The spiky yellow blossoms on the witch hazel bush Ken Arnold planted a decade ago resembled little bursts of sunshine in the almost-spring morning light.
“This is a hybrid species from China and Japan. It comes out in the wintertime,” said Arnold, setting his long-handled loppers down on the brown grass of the hillside. “I have some of our native witch hazel back in the woods.”
About 40 volunteers from the church community and local garden clubs turned out Saturday to help the retired landscape architect, who lives in Oaklyn, spruce up the 17.7-acre grounds of the church on North Kings Highway. The church wants to draw more visitors to "this hidden gem,” said Les Engels, who heads the arboretum committee.
“People don’t know this is here," he said. “It’s sort of been a secret. A good secret. But it’s not anymore. We want people to visit."
Despite having attended weddings, 12-step meetings and other events at the church over the years, I had no idea the grounds are home to a curated collection of trees, shrubs and other plants, arranged to complement, enhance, and preserve this lovely expanse of open space on Cherry Hill’s west side. The grounds are free and open to the public from dawn to dusk.
“As Unitarians, we believe in the interconnected web of life,” said Connie Roggio, first vice-president of the church board of trustees. “Taking care of the [arboretum] gives us a connection to the Earth.”
Said board president Ed Fox of Collingswood: “We shouldn’t spend all our time doing religion inside a building. We need to spend more time in nature, so that nature becomes part of us.”
Once home to a hilltop farm, the property was bought by the church in 1961 and added to in later years. With Arnold’s help, the arboretum was formally launched in 1962. He’s the founder and director, a title that amuses him.
“I’ve yet to meet anyone who joined a church to be a groundskeeper,” he said.
“The arboretum is Ken,” said Engels.
Although the grounds do have a wow factor — a steep but eminently walkable hill in the back of the property drops dramatically into a dense woodlands — the arboretum isn’t a South Jersey version of Longwood Gardens.
Rather, it’s a handmade, low-key, but fascinating assortment of unusual as well as familiar trees and shrubs, a labor of love by a man who has worked methodically and incrementally in his spare time, over decades and on a limited budget. And the memorial benches and locations where the ashes of people who loved a particular spot have been interred attest to the power of the special place he has patiently stewarded.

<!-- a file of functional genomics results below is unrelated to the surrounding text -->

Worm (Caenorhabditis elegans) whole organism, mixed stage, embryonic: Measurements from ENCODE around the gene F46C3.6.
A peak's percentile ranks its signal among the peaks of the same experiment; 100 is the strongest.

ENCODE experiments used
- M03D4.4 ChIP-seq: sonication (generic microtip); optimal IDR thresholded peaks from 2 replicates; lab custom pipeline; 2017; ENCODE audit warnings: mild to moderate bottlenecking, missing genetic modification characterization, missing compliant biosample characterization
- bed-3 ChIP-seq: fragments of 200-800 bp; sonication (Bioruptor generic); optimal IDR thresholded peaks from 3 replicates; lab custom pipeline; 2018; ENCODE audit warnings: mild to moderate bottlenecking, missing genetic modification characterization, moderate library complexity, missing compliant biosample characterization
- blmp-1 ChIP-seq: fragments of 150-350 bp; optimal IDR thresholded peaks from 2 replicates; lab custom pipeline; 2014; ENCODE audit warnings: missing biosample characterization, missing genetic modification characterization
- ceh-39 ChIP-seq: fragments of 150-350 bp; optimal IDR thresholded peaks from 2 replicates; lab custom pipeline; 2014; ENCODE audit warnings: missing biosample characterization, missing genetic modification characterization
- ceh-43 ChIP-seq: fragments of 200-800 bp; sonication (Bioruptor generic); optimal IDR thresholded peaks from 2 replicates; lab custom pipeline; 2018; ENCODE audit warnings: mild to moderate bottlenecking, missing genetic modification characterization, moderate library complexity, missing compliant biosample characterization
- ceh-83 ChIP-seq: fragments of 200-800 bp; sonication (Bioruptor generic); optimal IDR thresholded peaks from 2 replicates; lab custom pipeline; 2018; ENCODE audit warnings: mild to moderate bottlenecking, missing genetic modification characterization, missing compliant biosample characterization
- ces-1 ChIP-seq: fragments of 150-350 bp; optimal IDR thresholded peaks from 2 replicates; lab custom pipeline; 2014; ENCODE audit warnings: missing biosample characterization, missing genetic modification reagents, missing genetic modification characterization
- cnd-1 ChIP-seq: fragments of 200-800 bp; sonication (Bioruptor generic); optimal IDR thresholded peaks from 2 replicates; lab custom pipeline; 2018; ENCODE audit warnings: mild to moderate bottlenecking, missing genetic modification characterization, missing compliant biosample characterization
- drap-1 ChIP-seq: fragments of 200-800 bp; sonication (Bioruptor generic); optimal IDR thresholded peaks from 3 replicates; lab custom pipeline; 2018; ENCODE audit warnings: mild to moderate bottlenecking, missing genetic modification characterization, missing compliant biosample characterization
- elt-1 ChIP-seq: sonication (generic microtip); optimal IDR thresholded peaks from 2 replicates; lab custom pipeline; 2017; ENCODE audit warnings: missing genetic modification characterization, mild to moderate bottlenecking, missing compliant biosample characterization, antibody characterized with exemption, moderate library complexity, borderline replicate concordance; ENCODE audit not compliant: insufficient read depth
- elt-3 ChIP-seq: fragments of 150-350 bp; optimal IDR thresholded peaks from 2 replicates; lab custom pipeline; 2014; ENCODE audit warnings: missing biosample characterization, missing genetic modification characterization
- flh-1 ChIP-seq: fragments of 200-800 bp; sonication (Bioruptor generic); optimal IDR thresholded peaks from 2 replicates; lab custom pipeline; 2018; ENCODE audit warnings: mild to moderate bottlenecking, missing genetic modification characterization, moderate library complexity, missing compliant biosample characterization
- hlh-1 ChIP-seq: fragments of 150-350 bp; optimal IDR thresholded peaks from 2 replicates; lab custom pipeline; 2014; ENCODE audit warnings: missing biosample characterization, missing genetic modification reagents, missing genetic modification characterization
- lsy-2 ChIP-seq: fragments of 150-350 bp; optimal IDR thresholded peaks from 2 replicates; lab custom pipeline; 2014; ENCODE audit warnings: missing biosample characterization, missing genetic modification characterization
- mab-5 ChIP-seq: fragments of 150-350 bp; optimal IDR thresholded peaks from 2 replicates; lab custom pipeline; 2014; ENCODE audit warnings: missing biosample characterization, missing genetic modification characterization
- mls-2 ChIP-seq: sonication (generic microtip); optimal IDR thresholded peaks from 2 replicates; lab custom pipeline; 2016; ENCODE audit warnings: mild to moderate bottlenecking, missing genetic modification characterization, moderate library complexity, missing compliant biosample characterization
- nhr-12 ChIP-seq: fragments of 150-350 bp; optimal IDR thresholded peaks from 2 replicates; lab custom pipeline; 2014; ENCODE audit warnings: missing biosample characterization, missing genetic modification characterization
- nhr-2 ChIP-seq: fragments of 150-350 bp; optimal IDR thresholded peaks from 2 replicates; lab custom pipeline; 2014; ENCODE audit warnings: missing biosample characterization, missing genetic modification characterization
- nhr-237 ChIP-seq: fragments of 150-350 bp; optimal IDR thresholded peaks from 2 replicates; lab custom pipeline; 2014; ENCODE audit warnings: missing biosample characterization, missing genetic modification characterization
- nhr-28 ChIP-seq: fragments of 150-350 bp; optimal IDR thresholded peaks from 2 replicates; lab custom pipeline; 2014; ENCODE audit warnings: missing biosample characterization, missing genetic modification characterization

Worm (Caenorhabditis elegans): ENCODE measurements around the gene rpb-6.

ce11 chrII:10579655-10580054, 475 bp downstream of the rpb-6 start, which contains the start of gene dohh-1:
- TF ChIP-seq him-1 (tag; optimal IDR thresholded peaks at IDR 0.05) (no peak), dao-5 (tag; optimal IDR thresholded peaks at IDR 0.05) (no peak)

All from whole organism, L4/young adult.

“I’ll be [interred] here," Arnold said. "Somewhere in the back.”
About 500 different species had been planted when the collection was essentially complete about five years ago. The arboretum grew organically, as ideas and opportunities arose.
Arnold kept an “accession book,” or register, of every species he bought at local nurseries, or by mail order, and would very much like to have a new inventory taken. Many of the specimens don’t have tags, but he has kept records of what’s planted where.
"We need to find out what plants are no longer alive, and see if we can get them back in the collection,” he said.
After describing some of witch hazel’s agreeable qualities (“in a warm room, they have a nice, spicy fragrance”), Arnold showed me around. “That’s a lilac, there’s a boxwood," he said, moving steadily along the paths. "This is a Japanese maple.”
We headed down the hill, and my guide proved to be as agile as he is knowledgeable, sharing vignettes about voracious deer, the spring water that bubbles up from the hillside, and the generous neighbor who donated five acres to the arboretum a few years back. The man knows every inch of the ground, as well as what’s growing from it.
“Here I have some evergreen magnolia. Southern magnolia are evergreens. See how nice and shiny they are? They have big white flowers,” he said.
“That’s a Chinese fir.” Arnold took hold of a brushy, palmlike frond to show, then pointed to a deciduous tree, Camelia stewartia (“I don’t know who Stewart was”). The exfoliating bark was an eye-popping array of soft, earthy hues.
I’d never seen anything quite like it, or like what I saw on our next stop: The trunk of a magnificent Shagbark hickory tree, the namesake bark of which was seemed to have been intricately scored and razor-etched.
So how does it feel to have created such a wonderful place, I ask.
“A lot of people contributed,” said Arnold. “I was interested, and others were interested in doing it. It’s just something that happened.”